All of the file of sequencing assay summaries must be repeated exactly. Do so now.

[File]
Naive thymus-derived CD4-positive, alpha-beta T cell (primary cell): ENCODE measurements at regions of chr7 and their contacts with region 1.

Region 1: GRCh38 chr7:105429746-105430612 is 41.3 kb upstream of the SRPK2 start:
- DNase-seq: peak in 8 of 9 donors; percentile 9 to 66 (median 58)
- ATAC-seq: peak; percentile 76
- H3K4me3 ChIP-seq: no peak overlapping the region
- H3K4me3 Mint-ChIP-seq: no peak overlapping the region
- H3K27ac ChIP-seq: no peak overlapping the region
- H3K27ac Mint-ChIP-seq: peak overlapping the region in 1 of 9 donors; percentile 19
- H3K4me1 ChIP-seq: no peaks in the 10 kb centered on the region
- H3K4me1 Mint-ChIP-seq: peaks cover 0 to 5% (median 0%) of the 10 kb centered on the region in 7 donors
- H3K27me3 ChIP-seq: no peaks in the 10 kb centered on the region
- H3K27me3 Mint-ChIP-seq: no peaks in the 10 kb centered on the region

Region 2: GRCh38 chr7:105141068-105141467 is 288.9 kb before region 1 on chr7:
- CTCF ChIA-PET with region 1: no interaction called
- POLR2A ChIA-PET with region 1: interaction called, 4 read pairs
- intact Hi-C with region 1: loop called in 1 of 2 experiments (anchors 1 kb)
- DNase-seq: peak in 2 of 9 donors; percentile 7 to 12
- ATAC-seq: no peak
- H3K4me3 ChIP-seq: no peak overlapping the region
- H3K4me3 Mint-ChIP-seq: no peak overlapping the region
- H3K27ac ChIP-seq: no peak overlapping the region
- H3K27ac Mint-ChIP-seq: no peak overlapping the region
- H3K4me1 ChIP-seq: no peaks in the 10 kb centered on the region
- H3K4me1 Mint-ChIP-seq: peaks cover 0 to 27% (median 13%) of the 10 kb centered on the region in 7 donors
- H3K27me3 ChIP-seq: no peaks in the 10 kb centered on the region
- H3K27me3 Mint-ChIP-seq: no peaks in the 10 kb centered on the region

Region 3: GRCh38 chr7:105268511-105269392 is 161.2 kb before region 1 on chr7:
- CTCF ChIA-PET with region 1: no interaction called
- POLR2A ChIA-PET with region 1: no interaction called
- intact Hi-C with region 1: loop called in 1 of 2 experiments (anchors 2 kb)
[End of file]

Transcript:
Naive thymus-derived CD4-positive, alpha-beta T cell (primary cell): ENCODE measurements at regions of chr7 and their contacts with region 1.

Region 1: GRCh38 chr7:105429746-105430612 is 41.3 kb upstream of the SRPK2 start:
- DNase-seq: peak in 8 of 9 donors; percentile 9 to 66 (median 58)
- ATAC-seq: peak; percentile 76
- H3K4me3 ChIP-seq: no peak overlapping the region
- H3K4me3 Mint-ChIP-seq: no peak overlapping the region
- H3K27ac ChIP-seq: no peak overlapping the region
- H3K27ac Mint-ChIP-seq: peak overlapping the region in 1 of 9 donors; percentile 19
- H3K4me1 ChIP-seq: no peaks in the 10 kb centered on the region
- H3K4me1 Mint-ChIP-seq: peaks cover 0 to 5% (median 0%) of the 10 kb centered on the region in 7 donors
- H3K27me3 ChIP-seq: no peaks in the 10 kb centered on the region
- H3K27me3 Mint-ChIP-seq: no peaks in the 10 kb centered on the region

Region 2: GRCh38 chr7:105141068-105141467 is 288.9 kb before region 1 on chr7:
- CTCF ChIA-PET with region 1: no interaction called
- POLR2A ChIA-PET with region 1: interaction called, 4 read pairs
- intact Hi-C with region 1: loop called in 1 of 2 experiments (anchors 1 kb)
- DNase-seq: peak in 2 of 9 donors; percentile 7 to 12
- ATAC-seq: no peak
- H3K4me3 ChIP-seq: no peak overlapping the region
- H3K4me3 Mint-ChIP-seq: no peak overlapping the region
- H3K27ac ChIP-seq: no peak overlapping the region
- H3K27ac Mint-ChIP-seq: no peak overlapping the region
- H3K4me1 ChIP-seq: no peaks in the 10 kb centered on the region
- H3K4me1 Mint-ChIP-seq: peaks cover 0 to 27% (median 13%) of the 10 kb centered on the region in 7 donors
- H3K27me3 ChIP-seq: no peaks in the 10 kb centered on the region
- H3K27me3 Mint-ChIP-seq: no peaks in the 10 kb centered on the region

Region 3: GRCh38 chr7:105268511-105269392 is 161.2 kb before region 1 on chr7:
- CTCF ChIA-PET with region 1: no interaction called
- POLR2A ChIA-PET with region 1: no interaction called
- intact Hi-C with region 1: loop called in 1 of 2 experiments (anchors 2 kb)